Permeated by an atmosphere of acrid second-hand cigarette smoke and brooding graininess, Tinker Tailor Soldier Spy is an espionage thriller that fails to thrill until its second half. Alternatingly boring and intriguing, even the actors seem to be either horribly half asleep or praiseworthy in their understated performances – or maybe the latter is because of the impressive pedigree?
True enough, the acting is top notch stuff and it’s easy to see why when you’ve got actors like Gary Oldman, Colin Firth, John Hurt, Toby Jones and Mark Strong. The problem is that the characters they’re portraying are so dull hence hard to engage with.
Adapted from John le Carré’s novel of the same name, Tinker Tailor Soldier Spy is set in 1973 in the midst of the Cold War and follows George Smiley (Oldman), a retired intelligence officer for British Intelligence (referred to as ‘the Circus’ throughout the film) who’s brought in to conduct a secret investigation to uncover the identity of a Soviet spy. It’s a relatively simple premise but the filmmakers manage to mess it up by presenting it in an unnecessarily complex and convoluted manner.
This is the kind of movie where, 90 minutes in, you’ll still be trying to figure out who is who and what their relationship is with everyone else. It doesn’t help that the big reveal is less of a ‘Whoa!’ and more of a muted ‘Oh, so it was that person’. It’s completely arbitrary; I feel like it could have been any of the prime suspects but it just happened to be the one that it was.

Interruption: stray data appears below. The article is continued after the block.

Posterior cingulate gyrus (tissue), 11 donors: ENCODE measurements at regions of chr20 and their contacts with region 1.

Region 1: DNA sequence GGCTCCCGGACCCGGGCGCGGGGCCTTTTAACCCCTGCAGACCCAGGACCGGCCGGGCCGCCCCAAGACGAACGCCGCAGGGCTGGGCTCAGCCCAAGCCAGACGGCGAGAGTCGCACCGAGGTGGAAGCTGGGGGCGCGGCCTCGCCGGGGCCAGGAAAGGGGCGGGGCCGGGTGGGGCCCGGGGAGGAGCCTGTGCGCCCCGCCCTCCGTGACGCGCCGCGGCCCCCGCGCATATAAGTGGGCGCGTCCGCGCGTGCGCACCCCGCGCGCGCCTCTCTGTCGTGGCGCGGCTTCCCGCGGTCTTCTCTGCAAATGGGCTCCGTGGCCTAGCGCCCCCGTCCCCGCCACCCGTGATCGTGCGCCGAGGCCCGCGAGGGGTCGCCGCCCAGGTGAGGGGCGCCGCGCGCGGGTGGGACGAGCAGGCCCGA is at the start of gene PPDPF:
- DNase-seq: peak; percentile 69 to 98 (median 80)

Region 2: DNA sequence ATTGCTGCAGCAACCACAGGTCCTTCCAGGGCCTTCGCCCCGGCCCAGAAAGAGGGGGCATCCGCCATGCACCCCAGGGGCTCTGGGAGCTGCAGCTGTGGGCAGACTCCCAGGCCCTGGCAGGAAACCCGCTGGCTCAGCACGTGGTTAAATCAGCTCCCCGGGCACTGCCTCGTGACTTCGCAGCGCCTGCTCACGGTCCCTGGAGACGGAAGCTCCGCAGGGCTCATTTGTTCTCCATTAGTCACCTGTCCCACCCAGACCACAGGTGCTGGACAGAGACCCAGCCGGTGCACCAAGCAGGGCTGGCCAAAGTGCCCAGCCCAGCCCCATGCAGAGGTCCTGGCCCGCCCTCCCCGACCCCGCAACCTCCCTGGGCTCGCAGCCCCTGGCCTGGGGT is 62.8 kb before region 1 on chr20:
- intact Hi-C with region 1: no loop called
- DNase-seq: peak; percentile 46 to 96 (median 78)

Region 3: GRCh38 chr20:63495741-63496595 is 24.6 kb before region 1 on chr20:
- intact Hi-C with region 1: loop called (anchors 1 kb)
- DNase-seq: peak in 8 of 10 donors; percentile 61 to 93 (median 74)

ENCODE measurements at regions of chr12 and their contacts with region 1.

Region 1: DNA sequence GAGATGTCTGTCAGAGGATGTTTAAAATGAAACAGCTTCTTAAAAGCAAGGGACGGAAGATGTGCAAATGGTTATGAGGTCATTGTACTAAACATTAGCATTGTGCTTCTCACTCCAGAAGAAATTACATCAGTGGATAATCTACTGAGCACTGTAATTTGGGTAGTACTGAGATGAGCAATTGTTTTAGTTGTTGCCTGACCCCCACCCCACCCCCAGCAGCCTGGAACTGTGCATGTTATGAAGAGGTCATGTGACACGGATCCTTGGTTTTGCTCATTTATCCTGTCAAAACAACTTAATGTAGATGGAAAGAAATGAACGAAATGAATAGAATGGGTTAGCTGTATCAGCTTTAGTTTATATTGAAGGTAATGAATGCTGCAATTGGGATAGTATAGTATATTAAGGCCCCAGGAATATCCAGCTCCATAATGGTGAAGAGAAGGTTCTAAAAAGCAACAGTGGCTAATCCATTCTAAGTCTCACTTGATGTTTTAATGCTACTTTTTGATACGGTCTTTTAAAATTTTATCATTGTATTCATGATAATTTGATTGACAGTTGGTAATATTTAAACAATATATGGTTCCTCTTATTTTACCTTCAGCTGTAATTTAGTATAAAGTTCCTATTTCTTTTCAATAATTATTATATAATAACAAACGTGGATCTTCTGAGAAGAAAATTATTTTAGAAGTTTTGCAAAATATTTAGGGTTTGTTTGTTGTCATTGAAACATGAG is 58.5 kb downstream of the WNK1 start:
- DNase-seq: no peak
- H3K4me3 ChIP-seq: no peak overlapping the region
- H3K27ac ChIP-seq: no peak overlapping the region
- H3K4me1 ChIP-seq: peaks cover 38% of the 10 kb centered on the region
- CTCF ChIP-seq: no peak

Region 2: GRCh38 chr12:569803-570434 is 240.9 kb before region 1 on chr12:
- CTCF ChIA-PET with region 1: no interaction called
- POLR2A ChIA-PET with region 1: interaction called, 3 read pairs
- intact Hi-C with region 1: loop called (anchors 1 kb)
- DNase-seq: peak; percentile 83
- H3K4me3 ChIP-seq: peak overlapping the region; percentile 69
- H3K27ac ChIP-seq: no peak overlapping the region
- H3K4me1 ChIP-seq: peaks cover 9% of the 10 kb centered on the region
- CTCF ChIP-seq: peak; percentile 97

While I was nonetheless able to follow the story without too much difficulty (thinking caps on people!) that doesn’t stop me from pointing out my issues with it. Indeed, I find it odd that director Tomas Alfredson (Let the Right One In) skips over important plot points in mere seconds but happily includes lengthy and entirely unnecessary segments such as Smiley walking slowly from place to place, Smiley staring at stuff and Smiley swimming in a lake. And what’s up with the subplot about the lonesome, chubby lad in glasses? I understand the point but surely the time could have been put to better use elsewhere? There’s simply too much meandering and it really begins to drag, particularly during the film’s first half.
Fortunately, things start to come together in the second half. Tom Hardy (Warrior) is genuinely engaging as Ricki Tarr, an agent accused of defecting to the Soviets. His character becomes more important at around this time and it’s at this point that the plot gains some focus and coherence. Don’t expect any action though: if Mission: Impossible – Ghost Protocol is at the action-oriented end of the spy spectrum then you’ll find Tinker Tailor Soldier Spy as far from it as possible. This is a story about brain more than brawn, and it expects as much of its audience in return.
It’s clear that Tinker Tailor Soldier Spy’s strength is undoubtedly its period production design and terrific cinematography. Throw in some classy actors and a decent score and what you get is a splendid technical achievement in filmmaking that positions itself on the murky line that lies somewhere between ‘totally boring’ and ‘a triumph of sophisticated cinema’. Take your pick.